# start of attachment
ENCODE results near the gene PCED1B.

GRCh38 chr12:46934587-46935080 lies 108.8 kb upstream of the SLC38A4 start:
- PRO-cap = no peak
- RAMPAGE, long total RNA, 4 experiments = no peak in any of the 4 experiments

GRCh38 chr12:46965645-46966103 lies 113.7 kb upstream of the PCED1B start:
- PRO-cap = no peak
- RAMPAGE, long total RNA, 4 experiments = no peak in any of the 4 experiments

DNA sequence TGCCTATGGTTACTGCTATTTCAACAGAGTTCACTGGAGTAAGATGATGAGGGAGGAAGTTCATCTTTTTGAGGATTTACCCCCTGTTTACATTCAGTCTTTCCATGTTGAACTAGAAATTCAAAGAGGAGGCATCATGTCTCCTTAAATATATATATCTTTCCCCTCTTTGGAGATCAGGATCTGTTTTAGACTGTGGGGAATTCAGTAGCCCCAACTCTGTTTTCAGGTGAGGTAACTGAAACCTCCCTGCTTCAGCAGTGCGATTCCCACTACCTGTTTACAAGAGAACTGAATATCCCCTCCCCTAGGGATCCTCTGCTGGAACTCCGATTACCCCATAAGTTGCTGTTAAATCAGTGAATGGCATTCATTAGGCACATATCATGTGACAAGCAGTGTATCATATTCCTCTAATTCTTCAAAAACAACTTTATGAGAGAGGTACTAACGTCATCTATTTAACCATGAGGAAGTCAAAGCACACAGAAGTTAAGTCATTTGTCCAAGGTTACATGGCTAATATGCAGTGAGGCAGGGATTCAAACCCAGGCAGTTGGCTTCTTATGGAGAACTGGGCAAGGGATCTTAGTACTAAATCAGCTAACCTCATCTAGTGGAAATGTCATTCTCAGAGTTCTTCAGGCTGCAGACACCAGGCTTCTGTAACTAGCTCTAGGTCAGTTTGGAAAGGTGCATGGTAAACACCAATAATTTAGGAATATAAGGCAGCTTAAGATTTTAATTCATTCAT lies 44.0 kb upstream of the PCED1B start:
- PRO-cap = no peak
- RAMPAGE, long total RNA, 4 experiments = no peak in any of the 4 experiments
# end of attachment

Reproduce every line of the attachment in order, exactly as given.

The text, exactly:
ENCODE results near the gene PCED1B.

GRCh38 chr12:46934587-46935080 lies 108.8 kb upstream of the SLC38A4 start:
- PRO-cap = no peak
- RAMPAGE, long total RNA, 4 experiments = no peak in any of the 4 experiments

GRCh38 chr12:46965645-46966103 lies 113.7 kb upstream of the PCED1B start:
- PRO-cap = no peak
- RAMPAGE, long total RNA, 4 experiments = no peak in any of the 4 experiments

DNA sequence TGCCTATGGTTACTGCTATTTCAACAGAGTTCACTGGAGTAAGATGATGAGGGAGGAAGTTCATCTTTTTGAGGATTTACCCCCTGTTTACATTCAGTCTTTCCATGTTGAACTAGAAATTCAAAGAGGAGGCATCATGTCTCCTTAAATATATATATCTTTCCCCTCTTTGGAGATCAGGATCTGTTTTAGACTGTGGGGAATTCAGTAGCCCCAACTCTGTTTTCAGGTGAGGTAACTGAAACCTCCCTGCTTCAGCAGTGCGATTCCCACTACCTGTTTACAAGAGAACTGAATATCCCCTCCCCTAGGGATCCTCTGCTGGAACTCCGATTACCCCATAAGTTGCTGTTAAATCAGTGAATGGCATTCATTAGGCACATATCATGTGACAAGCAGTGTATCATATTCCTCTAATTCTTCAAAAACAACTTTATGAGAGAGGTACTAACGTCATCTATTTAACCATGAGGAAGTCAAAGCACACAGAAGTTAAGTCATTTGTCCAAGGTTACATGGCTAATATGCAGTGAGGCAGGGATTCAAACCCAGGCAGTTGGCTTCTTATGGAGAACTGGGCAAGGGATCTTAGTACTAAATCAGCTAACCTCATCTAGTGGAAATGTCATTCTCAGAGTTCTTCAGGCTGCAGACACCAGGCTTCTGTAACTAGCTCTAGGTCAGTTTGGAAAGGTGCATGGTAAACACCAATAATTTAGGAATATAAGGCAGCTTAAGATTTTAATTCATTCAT lies 44.0 kb upstream of the PCED1B start:
- PRO-cap = no peak
- RAMPAGE, long total RNA, 4 experiments = no peak in any of the 4 experiments